Hey I am excited about heading out to Saddleback Church on the 24th for the day working with some point leaders and their teams on some Small Group Advanced Training. Helping them develop strategic plans around point leadership, their roll, the ministry strategy, how to connect people to groups, leader development of all the things that were looking for to build an effective transformational type of small group ministry, whether you’re using small groups or initial communities we basically take people to strategic planning process that helps you gear up and target for the year where you are headed in the next season of ministry.
And tagging on to that for a couple days I get to hang out with Dallas Willard was very small group of people talking about theology and economics and the global economy. It will be kind of fun to have my brain stretched by Dallas and spend time with him. So look forward to that!
If I can ever help your church with small group advanced training or you would like to host one, the HOST CHURCH IS FREE, we’ll pull some churches around you together and get some folks some help building their Small Group Ministry.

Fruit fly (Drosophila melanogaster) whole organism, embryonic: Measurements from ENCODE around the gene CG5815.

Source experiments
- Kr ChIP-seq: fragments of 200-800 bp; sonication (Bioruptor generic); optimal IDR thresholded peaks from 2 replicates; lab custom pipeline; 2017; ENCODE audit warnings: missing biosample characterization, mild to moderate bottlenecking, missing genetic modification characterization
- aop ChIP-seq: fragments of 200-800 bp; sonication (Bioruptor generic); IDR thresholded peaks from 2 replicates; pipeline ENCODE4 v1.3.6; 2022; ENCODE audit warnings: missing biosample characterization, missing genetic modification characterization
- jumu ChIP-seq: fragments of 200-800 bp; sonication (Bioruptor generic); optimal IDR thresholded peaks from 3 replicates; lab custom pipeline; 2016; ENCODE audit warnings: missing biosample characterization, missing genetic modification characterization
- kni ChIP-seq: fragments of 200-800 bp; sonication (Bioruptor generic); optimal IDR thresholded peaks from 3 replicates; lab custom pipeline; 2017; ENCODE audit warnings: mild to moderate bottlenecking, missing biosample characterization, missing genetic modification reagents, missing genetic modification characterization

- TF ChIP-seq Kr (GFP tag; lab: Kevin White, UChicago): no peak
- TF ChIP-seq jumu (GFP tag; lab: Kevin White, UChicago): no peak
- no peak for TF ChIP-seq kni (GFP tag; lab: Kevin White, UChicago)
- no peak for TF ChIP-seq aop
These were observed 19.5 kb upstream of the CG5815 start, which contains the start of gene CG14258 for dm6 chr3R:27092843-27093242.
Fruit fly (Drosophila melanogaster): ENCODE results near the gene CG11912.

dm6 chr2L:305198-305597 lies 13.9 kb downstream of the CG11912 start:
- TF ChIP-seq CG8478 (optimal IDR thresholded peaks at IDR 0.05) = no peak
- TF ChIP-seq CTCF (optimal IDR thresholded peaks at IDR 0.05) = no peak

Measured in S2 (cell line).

Join us at Saddleback Church in Lake Forest, Dr. Bill Donahue.
Small Group Advanced Training with Dr. Bill Donahue Based on Building a Life-Changing Small Group Ministry
Dr. Bill Donahue will be giving an in-depth workshop on Leading Your Small Group Ministry, and create a solid plan for group life in your church. Dr. Bill Donahue spent almost 20 years as the Director of Leader Development & Group Life for the Willow Creek Church & Association where he created leadership strategies and events for over 10,000 leaders on 6 continents in over 30 countries. Bill now spends his time teaching, speaking and writing on leadership essentials. His new release, Building a Life-Changing Small Group Ministry, paired with his other best selling resources Leading Life-Changing Small Groups, Coaching Life-Changing Small Group Leaders, and the DVD Series Equipping Life-Changing Leaders will develop leaders at every level in your church.